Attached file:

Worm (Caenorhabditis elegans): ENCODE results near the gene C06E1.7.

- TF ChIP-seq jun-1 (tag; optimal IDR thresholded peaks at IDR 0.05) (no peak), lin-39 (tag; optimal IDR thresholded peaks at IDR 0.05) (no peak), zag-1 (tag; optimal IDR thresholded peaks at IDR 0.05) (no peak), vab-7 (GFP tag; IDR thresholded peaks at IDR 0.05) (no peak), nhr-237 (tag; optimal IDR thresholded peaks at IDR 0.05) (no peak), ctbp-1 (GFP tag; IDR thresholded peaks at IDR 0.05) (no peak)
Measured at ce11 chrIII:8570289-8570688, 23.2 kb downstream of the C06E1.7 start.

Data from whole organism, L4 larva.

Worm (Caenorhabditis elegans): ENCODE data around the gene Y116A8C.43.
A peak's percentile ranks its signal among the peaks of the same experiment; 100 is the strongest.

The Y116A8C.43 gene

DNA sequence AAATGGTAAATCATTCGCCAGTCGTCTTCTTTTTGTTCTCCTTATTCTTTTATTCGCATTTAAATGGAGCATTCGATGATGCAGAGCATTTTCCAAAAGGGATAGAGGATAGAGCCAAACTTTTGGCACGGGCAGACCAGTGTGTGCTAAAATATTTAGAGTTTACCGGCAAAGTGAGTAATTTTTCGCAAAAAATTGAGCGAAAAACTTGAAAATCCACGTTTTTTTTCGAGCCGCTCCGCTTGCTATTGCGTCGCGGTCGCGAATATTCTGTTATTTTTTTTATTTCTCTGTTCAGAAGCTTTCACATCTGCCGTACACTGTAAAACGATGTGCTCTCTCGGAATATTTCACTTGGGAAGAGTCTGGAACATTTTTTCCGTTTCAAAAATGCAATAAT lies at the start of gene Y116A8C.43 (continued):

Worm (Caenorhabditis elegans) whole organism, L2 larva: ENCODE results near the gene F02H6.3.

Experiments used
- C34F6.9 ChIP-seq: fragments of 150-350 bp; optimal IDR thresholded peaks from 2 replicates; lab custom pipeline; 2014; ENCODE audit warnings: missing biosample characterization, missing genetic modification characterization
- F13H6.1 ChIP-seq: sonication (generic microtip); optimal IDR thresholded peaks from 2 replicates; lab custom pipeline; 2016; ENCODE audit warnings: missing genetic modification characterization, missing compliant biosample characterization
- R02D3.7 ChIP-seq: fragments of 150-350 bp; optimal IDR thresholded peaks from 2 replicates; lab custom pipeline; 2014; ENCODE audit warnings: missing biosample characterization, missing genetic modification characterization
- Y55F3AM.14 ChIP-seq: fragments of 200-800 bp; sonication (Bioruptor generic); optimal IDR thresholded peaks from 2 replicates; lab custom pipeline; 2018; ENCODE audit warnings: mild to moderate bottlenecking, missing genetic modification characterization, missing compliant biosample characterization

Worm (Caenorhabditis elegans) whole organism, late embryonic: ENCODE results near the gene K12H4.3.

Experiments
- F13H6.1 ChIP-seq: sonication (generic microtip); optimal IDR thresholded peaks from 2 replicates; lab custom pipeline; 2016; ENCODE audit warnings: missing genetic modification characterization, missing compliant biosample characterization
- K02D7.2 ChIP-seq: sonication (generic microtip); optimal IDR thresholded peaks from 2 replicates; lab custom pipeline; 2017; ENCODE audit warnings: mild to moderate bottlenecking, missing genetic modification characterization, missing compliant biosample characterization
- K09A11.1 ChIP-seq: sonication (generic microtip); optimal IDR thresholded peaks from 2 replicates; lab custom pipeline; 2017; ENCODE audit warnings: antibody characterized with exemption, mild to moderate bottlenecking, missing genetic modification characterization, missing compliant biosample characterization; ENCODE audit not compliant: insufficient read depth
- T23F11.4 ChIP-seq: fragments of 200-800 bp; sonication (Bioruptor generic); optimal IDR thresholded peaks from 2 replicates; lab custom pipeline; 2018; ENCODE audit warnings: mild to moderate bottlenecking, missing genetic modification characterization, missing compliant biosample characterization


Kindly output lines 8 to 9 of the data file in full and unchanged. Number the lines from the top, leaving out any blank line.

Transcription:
DNA sequence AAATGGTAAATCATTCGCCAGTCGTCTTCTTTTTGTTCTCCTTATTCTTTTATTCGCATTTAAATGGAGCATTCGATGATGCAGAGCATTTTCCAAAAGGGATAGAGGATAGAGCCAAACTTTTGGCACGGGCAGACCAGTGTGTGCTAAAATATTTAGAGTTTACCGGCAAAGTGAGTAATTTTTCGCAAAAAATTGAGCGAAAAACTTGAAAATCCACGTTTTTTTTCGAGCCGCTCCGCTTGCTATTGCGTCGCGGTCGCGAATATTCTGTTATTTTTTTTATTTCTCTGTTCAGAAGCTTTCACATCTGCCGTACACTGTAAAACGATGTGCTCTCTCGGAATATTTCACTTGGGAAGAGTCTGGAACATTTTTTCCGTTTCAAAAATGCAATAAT lies at the start of gene Y116A8C.43 (continued):

Worm (Caenorhabditis elegans) whole organism, L2 larva: ENCODE results near the gene F02H6.3.